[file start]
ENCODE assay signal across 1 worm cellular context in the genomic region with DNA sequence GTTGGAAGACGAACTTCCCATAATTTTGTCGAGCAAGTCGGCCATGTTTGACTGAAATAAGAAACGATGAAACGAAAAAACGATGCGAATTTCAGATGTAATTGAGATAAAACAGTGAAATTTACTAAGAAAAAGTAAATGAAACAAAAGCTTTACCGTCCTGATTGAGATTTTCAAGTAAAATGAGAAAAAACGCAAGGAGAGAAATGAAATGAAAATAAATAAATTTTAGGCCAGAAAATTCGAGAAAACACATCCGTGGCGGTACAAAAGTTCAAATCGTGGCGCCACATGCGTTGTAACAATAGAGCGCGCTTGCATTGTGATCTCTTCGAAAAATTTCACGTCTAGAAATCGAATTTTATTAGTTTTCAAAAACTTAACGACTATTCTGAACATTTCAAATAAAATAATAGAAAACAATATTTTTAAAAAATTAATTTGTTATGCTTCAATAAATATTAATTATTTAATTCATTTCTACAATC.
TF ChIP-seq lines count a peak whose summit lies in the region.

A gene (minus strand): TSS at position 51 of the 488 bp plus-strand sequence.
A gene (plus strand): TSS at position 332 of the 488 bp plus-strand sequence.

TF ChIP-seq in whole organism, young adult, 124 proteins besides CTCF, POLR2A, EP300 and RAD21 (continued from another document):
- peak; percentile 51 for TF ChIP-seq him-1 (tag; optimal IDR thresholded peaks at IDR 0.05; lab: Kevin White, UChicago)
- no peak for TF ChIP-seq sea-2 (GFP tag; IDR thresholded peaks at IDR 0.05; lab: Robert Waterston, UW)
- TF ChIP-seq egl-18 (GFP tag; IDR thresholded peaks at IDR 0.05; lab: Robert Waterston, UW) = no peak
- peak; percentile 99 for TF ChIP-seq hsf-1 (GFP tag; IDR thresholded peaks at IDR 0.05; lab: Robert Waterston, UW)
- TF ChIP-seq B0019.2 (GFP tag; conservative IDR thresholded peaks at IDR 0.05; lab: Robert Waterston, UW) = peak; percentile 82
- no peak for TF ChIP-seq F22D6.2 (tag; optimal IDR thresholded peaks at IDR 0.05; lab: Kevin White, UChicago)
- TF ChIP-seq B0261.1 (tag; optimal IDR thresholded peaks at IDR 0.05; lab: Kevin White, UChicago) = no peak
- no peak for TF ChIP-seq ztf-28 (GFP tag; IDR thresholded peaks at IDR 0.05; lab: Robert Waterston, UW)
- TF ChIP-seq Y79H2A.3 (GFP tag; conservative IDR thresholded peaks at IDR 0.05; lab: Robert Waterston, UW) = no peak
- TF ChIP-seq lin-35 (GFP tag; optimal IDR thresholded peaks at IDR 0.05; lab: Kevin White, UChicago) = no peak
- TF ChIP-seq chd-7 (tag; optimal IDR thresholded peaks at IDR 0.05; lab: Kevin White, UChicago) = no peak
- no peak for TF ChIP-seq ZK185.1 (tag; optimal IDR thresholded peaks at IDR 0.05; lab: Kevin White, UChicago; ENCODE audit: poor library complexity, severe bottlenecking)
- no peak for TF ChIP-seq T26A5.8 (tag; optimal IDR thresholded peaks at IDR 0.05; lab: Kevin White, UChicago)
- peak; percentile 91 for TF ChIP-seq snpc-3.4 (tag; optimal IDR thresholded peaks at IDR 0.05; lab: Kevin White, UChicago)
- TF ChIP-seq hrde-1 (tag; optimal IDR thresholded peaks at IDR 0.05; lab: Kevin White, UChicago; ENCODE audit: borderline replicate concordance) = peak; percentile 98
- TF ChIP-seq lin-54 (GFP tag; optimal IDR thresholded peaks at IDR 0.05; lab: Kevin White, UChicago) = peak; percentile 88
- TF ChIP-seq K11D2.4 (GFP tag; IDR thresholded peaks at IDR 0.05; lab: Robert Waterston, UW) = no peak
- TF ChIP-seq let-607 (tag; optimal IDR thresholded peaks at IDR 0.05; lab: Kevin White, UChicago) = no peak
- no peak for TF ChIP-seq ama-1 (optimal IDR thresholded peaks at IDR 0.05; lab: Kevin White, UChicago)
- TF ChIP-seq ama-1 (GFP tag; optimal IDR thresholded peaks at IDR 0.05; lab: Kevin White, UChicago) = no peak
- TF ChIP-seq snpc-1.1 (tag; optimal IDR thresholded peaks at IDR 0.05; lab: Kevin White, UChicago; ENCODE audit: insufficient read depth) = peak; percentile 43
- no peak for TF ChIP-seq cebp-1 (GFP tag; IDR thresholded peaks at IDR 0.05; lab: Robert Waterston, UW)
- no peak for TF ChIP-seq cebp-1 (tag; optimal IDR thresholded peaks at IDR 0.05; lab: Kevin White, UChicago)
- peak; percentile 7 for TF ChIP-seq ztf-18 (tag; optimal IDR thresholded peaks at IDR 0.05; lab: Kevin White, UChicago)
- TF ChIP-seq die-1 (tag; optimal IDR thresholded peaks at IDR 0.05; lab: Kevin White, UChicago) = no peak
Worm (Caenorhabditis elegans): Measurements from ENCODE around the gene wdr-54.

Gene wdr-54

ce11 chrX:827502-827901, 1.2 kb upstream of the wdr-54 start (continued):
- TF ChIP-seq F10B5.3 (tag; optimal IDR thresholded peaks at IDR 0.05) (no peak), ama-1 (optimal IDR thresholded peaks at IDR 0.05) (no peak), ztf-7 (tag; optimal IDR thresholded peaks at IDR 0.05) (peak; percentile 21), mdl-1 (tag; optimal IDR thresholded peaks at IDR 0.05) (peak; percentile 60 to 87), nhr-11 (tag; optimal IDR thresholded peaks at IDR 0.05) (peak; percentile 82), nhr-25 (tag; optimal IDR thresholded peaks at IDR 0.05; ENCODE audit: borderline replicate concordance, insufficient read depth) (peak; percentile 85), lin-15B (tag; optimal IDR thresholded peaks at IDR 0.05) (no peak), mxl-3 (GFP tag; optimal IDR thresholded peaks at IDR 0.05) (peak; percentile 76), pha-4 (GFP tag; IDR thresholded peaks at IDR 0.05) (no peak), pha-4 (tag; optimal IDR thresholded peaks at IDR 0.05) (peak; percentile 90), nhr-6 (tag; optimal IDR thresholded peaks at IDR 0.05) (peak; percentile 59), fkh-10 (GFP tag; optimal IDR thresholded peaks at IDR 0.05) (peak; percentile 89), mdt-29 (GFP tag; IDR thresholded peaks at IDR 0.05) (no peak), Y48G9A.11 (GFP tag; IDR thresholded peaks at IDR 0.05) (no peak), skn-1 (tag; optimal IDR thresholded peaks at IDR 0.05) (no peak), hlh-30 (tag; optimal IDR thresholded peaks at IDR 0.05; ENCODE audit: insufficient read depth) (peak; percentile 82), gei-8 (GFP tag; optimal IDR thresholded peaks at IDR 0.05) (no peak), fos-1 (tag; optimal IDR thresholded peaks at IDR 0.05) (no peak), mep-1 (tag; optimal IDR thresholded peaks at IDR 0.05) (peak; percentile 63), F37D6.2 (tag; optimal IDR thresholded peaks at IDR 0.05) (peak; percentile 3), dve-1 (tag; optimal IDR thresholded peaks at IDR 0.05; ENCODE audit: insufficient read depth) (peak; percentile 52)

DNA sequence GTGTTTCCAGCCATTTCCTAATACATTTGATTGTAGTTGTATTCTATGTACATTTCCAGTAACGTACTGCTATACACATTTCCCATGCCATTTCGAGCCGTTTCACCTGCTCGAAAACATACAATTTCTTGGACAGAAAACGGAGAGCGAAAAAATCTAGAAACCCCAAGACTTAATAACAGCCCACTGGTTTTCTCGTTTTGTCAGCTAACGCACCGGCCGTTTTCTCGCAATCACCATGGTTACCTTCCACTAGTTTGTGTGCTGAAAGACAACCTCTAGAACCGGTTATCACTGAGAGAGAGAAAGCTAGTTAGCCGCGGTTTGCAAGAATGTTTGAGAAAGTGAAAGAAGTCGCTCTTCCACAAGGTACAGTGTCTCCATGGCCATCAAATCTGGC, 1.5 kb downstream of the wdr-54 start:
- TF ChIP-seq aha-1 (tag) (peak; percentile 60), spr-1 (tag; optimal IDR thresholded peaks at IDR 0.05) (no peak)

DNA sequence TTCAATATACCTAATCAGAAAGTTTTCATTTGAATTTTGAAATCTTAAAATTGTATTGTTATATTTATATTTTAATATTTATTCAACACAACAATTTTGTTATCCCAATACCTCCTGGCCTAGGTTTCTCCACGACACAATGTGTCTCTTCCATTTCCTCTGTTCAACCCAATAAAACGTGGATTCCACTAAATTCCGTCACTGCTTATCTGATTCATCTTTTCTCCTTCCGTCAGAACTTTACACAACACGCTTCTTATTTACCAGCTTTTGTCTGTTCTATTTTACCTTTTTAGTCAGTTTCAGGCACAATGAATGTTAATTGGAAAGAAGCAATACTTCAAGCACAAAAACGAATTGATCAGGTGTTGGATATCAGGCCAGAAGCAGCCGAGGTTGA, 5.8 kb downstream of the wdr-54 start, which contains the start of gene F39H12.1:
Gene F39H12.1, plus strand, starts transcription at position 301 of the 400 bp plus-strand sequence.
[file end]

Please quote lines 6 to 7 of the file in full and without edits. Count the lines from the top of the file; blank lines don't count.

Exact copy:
- peak; percentile 51 for TF ChIP-seq him-1 (tag; optimal IDR thresholded peaks at IDR 0.05; lab: Kevin White, UChicago)
- no peak for TF ChIP-seq sea-2 (GFP tag; IDR thresholded peaks at IDR 0.05; lab: Robert Waterston, UW)